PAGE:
Colombia to create fund to help coffee growers amid low prices
August 29, 2018 01:00 PM NPT
A worker collects dried coffee beans at a National Coffee Growers Federation plantation in Pueblo Bello, northern Cesar province, January 29, 2014. REUTERS/Jose Miguel Gomez
BOGOTA, Aug 29: The Colombian government will place $34 million (100 billion pesos) in a fund to help coffee farmers hurt by low international prices, the finance minister and the head of the nation’s coffee growers’ federation said on Tuesday.
The federation, which represents some 550,000 Colombian coffee-growing families, will form a round table with government representatives to decide a price level that will allow use of the money and how it will be distributed, federation chief Roberto Velez told reporters in Bogota.
“We have just finished the National Committee of Coffee Growers, where the anguish is the low price,” Velez said in a joint press conference with Finance Minister Alberto Carrasquilla.
“We agreed on the creation of a round table, where we will first agree on the trigger price, and second, what will be the mechanism by which these resources will be delivered.”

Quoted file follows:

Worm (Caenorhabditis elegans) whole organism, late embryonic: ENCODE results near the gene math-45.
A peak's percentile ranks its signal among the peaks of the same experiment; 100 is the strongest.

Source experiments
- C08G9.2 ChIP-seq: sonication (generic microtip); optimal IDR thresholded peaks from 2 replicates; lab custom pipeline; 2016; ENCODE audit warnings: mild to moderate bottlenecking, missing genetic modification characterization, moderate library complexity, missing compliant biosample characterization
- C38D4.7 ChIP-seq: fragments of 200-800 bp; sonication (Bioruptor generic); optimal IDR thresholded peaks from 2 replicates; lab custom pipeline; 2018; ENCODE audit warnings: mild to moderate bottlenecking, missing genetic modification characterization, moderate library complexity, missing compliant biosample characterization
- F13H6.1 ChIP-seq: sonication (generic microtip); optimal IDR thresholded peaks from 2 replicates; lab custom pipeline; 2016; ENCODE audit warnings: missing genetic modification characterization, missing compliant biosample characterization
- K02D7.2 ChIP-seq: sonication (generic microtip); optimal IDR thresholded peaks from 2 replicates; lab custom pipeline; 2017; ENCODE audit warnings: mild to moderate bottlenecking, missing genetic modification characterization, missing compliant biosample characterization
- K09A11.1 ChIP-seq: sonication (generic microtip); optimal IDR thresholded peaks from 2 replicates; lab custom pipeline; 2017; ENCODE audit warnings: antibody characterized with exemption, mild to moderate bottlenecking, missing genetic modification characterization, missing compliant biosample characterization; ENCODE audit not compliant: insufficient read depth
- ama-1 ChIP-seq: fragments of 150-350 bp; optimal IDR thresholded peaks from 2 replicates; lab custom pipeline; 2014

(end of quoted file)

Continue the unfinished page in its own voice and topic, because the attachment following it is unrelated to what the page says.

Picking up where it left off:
Colombia is the world’s largest producer of washed arabica.
The domestic price for a 125-kilogram (275-lb) shipment of coffee was 687,000 pesos ($231) on Tuesday, equivalent to around 84 cents per lb.
Velez has said farmers need to earn some $1.40 to $1.50 per lb to pay for fertilizers and still be profitable.
The weak domestic price of coffee means the value of the 2018 coffee crop is likely to be 1.4 trillion pesos less than in 2017, hitting hard at coffee regions and the economy as a whole, the federation said in a statement.
The global benchmark futures contract for arabica coffee prices fell to a 12-year low last week at 99.35 cents per lb, hurt by a weak currency in top grower Brazil.
That was the first fall below $1 per lb since July 2006, a level below the cost of production in mountainous countries like Colombia, where farm owners must pay workers to pick the crop, unlike in some parts of Brazil where harvest is mechanized.
Carrasquilla said the funds would be found in this year’s budget, without elaborating.
“The truth is that we are in a difficult moment and we can not ignore the situation we are facing today,” he said.
In 2013 and 2014 the government spent more then $350 million in subsidies for coffee growers. But current fiscal difficulties may restrict the government’s options.
Colombia is forecasting production of 14 million 60-kg bags of coffee this year, similar to last year’s output.